What is the Criteria for a Great Idea?


Words by Cheyenne Eugene


Ideas are gold dust. As humans, we are products of our environments and the pharmaceutical industry is one of the most innovative sectors on the planet brimming with Newtons, Curies, and Edisons alike. Since the outbreak of the COVID-19 virus, rapid digital transformation, idea generation, and problem solving have never been as heavily emphasised, with more solutions being encouraged and implemented daily.


So, you’ve just had a eureka moment and are keen to let your team know about it; before making that proposal, consider - what boxes does a genuinely brilliant idea needs to tick and does it have to be scalable to be successful?


At its core, the criteria for digital innovation proposals are the same. “The first thing we look at is the patient and healthcare professional,” explains Denise Dewar, Digital Hub Director, Europe, Japan, and Canada, GSK, speaking at Reuters Events’ Pharma Customer Engagement Europe. “If there’s something that we want to deliver, be that a programme or message, first and foremost the question will always be ‘Is this going to be relevant for the HCP?’” Also speaking at the Reuters event, Neelesh Shanbhag, Chief Information Officer and Vice President, Business Technology, Asia Pacific, Janssen, outlines the criteria for innovation: “How strong is the idea? How far outside the box is it? How does it align with the business strategy that we have set ourselves for the next 3–5 years?”


Having the data to observe, trial, and track whether an idea is working is ever more crucial. “It’s always a question of ‘is this working or not?’,” explains Dewar. “We’re starting to be able to answer that through data. You have to remove yourself from the question and start finding the data that corresponds.” Naturally, this does not come without its own set of challenges, and from an organisational perspective, there needs to be a system that collates all relevant data in order to help answer those big questions. “It’s massively fundamental in understanding how we can deliver upon what the customer really wants,” says Dewar.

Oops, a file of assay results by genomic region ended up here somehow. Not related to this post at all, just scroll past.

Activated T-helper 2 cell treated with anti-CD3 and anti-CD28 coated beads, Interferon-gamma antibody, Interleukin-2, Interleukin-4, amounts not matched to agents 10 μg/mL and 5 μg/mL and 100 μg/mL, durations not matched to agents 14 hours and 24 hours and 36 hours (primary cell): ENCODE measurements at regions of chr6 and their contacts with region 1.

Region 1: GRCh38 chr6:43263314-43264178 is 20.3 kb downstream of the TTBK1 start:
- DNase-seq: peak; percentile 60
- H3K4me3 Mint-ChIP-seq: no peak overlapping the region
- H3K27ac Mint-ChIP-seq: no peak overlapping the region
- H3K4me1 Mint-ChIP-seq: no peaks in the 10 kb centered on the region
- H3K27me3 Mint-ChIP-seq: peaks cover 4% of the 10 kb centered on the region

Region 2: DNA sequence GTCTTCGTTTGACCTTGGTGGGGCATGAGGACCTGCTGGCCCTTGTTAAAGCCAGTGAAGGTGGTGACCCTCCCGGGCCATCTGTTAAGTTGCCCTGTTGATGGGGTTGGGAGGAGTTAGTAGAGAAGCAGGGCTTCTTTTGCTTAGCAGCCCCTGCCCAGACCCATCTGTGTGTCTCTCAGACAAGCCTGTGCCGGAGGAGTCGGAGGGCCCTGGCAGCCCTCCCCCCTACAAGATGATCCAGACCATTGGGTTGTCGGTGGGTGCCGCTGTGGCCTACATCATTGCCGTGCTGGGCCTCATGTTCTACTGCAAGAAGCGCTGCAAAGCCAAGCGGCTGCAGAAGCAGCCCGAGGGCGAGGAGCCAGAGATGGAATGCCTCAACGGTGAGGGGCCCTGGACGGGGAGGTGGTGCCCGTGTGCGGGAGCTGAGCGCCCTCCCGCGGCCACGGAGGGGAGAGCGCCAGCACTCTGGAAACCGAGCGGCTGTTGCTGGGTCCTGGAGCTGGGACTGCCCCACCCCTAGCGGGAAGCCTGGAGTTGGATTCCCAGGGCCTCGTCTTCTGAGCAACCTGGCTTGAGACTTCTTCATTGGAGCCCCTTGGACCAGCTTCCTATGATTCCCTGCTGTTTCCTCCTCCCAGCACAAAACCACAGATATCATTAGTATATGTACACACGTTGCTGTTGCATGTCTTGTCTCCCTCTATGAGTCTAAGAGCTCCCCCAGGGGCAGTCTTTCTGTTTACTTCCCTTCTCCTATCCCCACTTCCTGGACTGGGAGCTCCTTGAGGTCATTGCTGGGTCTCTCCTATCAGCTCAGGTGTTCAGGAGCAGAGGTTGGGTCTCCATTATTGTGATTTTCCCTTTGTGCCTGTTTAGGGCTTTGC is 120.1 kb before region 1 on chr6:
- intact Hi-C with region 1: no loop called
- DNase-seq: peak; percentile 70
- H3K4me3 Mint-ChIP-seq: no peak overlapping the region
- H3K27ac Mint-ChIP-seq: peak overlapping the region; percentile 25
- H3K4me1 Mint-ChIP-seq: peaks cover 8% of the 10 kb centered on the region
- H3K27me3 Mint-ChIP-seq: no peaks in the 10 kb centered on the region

You have to remove yourself from the question and start finding the data that corresponds

For an idea to be executed and demonstrate a quantifiable outcome, an organisation’s consistency in the process of how new ideas are managed is important: “It’s good to have some form of structure in terms of how we compare, invest in, and start to nurture new ideas,” says Shanbhag. This is detailed further at the Reuters event by Dan Atkins, Vice President, Digital Innovation and Insights, Shionogi Europe, he explains: We look to see if we’ve tried to run a similar idea in a different market or different therapeutic areas so that we’ve got some analogue work to figure out if we can build that area further… Sometimes we tried an idea previously, but it was too soon, and it comes around again and we find we’re in the right zeitgeist to roll it out again.”


Zeitgeists and cultural nuances mean that some ideas may be better suited to one market over another. Is scalability compromised with tailored approaches or is there a balance to strike? Shanbhag speaks of the “common core” for digital innovation which can be shared by all markets and the “last mile” which can be tailored to stakeholders depending on their location and therapeutic area. Dewar concludes: “It’s vital that there is always that lens from an individual market perspective whilst also trying to keep strategically aligned as an organisation.”


The rate and expansion of digital innovation in pharma offers a rare advantage and puts the industry in a privileged position. Since COVID-19, pharma’s already prolific nature has left a taste for change and is enabling more efficient methods of testing and implementing those innovative changes. Refining organisational processes that facilitate and support brilliant ideas will encourage valuable idea generation. When an idea strikes, much like a falling apple on the head, pay heed to it. Ideas are to thank for carrying us out of a global crisis. Where could your next lightbulb moment take us?